The writing on the walls

We have talked in the past about our collections of fine art and exhibition catalogues. The collections of the Cambridge University Library are of course large in these areas, and the collections in the French language reflect the importance of French art historically, and of French museums. A number of recent purchases have talked about and exhibited street art and graffiti, both historical and contemporary.

These books consider graffiti both as an art form in itself, and also a reflection of larger social and political events. For instance, Plus beaux graffitis de Suisse / Hélène Koch (S950.b.201.2680) and Graffiti  / photos de Claude Abron (S950.a.201.4185) (see the publisher’s website for a gallery of images) are both chiefly illustrated and contain images of graffiti as found on the walls, motorways, etc. of Switzerland and Paris. However, other recently acquired books in the collections of Cambridge University Library also display graffiti with perhaps more meaning. The book Street art et Charlie : la mémoire des murs / Marie Christian (2016.9.2199) illustrates the response (as seen on walls and buildings throughout France) to the Charlie Hebdo shootings in 2015.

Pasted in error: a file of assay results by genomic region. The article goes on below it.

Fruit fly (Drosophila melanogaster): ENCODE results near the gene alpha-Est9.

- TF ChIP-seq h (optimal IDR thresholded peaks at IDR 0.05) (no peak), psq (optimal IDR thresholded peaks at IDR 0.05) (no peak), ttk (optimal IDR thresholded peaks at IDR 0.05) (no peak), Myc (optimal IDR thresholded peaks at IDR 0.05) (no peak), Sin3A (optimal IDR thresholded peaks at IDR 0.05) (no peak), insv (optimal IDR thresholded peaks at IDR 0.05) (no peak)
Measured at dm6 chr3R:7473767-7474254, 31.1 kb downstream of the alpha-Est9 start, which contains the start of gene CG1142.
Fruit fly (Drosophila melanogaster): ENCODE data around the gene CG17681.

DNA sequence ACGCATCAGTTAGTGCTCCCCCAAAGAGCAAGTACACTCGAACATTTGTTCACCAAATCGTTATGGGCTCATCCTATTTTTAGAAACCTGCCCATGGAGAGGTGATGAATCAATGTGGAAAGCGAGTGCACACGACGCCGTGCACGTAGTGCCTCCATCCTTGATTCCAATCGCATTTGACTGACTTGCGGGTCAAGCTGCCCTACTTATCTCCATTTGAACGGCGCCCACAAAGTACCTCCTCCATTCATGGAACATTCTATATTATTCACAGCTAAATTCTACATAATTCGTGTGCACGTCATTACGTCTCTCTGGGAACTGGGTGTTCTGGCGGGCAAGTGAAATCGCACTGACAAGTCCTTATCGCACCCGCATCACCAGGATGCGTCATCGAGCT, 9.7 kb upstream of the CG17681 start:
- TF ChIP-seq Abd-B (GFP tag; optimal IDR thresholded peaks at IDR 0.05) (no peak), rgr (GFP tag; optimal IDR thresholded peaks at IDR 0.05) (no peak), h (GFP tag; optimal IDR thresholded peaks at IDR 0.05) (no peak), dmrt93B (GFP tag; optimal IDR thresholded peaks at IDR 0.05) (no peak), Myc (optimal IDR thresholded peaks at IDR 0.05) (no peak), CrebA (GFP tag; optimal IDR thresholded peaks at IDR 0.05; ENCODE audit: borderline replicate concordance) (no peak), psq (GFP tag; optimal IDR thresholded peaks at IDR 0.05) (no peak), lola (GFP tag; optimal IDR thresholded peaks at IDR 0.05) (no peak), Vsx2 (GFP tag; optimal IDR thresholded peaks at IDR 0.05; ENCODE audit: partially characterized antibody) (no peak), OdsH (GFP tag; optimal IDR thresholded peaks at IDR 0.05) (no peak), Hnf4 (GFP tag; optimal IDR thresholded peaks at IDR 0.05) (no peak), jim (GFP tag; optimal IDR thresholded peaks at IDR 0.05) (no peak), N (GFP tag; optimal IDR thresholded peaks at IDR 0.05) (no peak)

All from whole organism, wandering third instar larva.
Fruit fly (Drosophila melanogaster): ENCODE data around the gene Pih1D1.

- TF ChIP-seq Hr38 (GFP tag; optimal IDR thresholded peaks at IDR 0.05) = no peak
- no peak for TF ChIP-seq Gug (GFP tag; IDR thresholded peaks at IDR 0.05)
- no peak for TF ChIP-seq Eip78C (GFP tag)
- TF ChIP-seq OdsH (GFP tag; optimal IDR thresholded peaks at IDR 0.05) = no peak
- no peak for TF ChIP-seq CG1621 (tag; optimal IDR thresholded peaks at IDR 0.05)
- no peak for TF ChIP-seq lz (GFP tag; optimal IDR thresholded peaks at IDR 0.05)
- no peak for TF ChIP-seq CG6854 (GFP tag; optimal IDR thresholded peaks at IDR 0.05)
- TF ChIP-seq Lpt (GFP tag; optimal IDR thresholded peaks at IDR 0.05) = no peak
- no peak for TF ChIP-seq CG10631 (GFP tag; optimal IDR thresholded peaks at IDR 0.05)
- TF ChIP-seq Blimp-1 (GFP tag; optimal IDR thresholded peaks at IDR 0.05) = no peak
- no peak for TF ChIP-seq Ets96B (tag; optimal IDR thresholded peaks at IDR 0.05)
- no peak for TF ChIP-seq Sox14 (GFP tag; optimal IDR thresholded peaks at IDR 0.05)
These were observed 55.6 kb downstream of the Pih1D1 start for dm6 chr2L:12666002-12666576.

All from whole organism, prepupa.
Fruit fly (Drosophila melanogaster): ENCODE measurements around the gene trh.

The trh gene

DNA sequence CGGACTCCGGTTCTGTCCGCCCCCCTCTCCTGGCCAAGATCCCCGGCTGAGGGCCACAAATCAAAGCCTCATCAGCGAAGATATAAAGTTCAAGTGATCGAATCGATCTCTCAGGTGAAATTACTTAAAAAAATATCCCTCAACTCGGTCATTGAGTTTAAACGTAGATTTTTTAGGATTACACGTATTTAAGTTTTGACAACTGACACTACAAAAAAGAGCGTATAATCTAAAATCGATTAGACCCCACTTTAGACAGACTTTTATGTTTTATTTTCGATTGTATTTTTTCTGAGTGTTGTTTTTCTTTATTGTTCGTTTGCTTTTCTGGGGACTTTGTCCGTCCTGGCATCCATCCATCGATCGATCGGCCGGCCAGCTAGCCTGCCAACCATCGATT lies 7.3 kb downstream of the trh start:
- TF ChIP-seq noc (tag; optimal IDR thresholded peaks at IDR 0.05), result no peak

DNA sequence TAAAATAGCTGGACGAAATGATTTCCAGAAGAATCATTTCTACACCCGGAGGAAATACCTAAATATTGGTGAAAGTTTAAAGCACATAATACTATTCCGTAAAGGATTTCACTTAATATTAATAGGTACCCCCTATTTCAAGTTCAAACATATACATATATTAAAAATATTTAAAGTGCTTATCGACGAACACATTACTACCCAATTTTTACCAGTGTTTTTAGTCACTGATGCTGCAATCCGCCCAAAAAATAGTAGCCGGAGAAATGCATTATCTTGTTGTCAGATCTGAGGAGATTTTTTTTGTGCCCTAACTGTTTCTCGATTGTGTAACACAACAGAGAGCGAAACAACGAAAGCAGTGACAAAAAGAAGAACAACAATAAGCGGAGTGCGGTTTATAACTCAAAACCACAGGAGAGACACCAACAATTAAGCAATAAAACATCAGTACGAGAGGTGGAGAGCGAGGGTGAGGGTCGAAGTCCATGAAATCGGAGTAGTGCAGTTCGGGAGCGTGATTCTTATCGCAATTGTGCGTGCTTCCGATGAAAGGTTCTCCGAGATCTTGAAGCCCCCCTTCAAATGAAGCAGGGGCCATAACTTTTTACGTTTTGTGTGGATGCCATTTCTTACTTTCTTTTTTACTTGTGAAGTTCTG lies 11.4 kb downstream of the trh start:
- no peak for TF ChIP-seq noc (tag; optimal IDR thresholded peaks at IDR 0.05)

Front and back covers of 2016.9.2199

There have also been historical treatments of graffiti, including the following:

  • Graffiti du Camp de Drancy : des noms sur des murs / sous la direction de Benoît Pouvreau, 2014 (2015.12.259)
  • Graffiti de résistants : sur les murs du fort de Romainville, 1940-1944 / Thomas Fontaine, Sylvie Zaidman, Joël Clesse, 2012 (2014.12.177)
  • Graffitis : inscrire son nom à Rome XVIe-XIXe siècle / Charlotte Guichard, 2014 (C209.c.465)

Not a traditional area of fine art that I would consider a focus of our collections, studies of graffiti are nonetheless of significant value, not just evaluating graffiti as a form of art, but as historical documents and social commentary. I was surprised how fruitful searches on Library Search Plus are in turning up scholarly articles relating to graffiti, including an examination of the restoration of the graffiti at Drancy, which presumably led to the book mentioned above.

Josh Hutchinson


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